Biotechnology of Microbial Xylanase: Overview

Biotechnology of Microbial Xylanase: Overview

Hooi Ling Ho (UCSI University, Malaysia)
DOI: 10.4018/978-1-5225-5237-6.ch013

Abstract

Xylanases are inducible enzymes responsible for the complete hydrolysis of xylan into xylose. Both solid state fermentation (SsF) and submerged fermentation (SmF) are used in the production of xylanase. SsF has become a popular approach due to its economic value. In fact, higher biomass and lower protein breakdown are among the factors involved in determining the production of xylanases in SsF. Agricultural extracts which are abundantly available in the environment such as rice bran and wheat bran are commonly used as the potential carbon source in xylanases production. Xylanase is indeed one of the valuable enzymes which show immense potential in vast industrial applications. The demand for xylanase is increasing because of its prodigious utilization in pulp and paper, bakery, food and beverage, detergents, textile, and animal feed. Xylanase has therefore become one of the important commercial enzymes in recent years.
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Introduction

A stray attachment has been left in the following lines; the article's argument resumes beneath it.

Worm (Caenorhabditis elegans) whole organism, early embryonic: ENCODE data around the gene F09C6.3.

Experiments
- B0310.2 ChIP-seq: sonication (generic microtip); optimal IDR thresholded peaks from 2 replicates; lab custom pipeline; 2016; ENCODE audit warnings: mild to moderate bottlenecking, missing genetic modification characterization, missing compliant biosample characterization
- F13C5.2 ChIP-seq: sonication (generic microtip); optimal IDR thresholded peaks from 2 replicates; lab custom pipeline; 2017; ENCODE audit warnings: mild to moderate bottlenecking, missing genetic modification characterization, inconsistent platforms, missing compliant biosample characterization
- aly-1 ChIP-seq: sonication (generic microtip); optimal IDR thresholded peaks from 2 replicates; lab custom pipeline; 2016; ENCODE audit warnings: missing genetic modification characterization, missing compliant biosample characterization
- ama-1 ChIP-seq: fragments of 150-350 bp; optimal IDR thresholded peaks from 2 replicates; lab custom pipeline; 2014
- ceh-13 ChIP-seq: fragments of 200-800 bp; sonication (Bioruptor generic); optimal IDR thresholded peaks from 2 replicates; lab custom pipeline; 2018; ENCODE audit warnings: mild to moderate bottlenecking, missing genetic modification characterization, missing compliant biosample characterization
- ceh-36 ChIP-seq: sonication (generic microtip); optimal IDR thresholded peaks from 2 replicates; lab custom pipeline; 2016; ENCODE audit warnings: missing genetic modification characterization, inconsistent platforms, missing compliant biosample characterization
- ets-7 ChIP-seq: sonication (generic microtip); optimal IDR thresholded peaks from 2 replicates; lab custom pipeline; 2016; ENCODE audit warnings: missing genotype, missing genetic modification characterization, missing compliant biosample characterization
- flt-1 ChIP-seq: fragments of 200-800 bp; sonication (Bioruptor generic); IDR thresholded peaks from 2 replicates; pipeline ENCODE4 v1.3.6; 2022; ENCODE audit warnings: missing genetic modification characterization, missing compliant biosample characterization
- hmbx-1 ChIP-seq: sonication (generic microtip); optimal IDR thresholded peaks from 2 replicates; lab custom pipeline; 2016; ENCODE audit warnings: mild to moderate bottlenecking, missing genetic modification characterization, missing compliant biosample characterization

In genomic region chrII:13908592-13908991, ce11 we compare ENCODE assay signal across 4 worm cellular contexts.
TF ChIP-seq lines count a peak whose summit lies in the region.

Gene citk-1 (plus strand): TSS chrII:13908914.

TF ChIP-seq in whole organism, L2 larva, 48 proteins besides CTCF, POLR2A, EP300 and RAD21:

Xylanases are inducible enzymes which responsible for the complete hydrolysis of xylan into simpler compounds, mainly xylose (Gupta & Kar, 2009). Xylanases are genetically single chain glycoproteins with molecular weight of 6 kDa to 80 kDa. Xylanases are active between pH 4.5 to 6.5 from 40°C to 60°C. Xylanases are produced by numerous numbers of different fungi.Various strains of filamentous fungi such as Aspergillus niger, Aspergillus oryzae and Trichoderma spphave been reported to be the potent producers of xylanases. However, xylanases production is typically restricted to Aspergillus spp and Trichoderma spp in the industrial scale (Dietmar, Bernd, Kulbe, Walter, & Silvia, 1996). Meanwhile, Aspergillus spp are normally selected and optimised for xylanases production. Apart from xylanases, Aspergillus spp also produce huge variety of extracellular enzymes including amylase, cellulase and protease (Pandey, Nigam, Soccol, Soccol, Singh, & Mohan, 2000). Xylanase shows tremendous potential in many industrial processes especially in textiles, leather, detergents and baking (Bhatnagar, & Imelda-Joseph, 2010). Both solid state fermentation (SsF) and submerged fermentation (SmF) are used in the production of fungal xylanase. SsF has become a popular approach to produce xylanase due to its economical value that does not involved complicated technology. Viniegra-Gonzalez et al. (2003) studied the comparison between SsF and SmF in terms of enzymes production. In fact, they identified out that higher biomass and lower protein breakdown were among the factors involved in determining the production of enzymes in SsF. Besides that, the utilization of inexpensive agricultural extracts in SsF is environmentally sound because besides providing sufficient nutrients as carbon source, it reduces pollutions to the surroundings. Hence, SsF is more economical compared to SmF. Indeed, SsF is in fact, an attractive and economical method for xylanases production especially for fungal cultivations. SsF produces higher enzymes productivity using lower operation and capital cost (Lonsane, Ghildyal, Budiatman, & Ramakrishna, 1985). Malaysia with abundant natural rainforest will be of great advantage in xylanase production using SmF and SsF. Natural resources and agricultural extracts which are abundantly available in the environment such as rice bran, wheat bran, palm kernel cake and soybean hulls are used as potential carbon sources in xylanases production under SmF and SsF (Pang & Ibrahim 2005).

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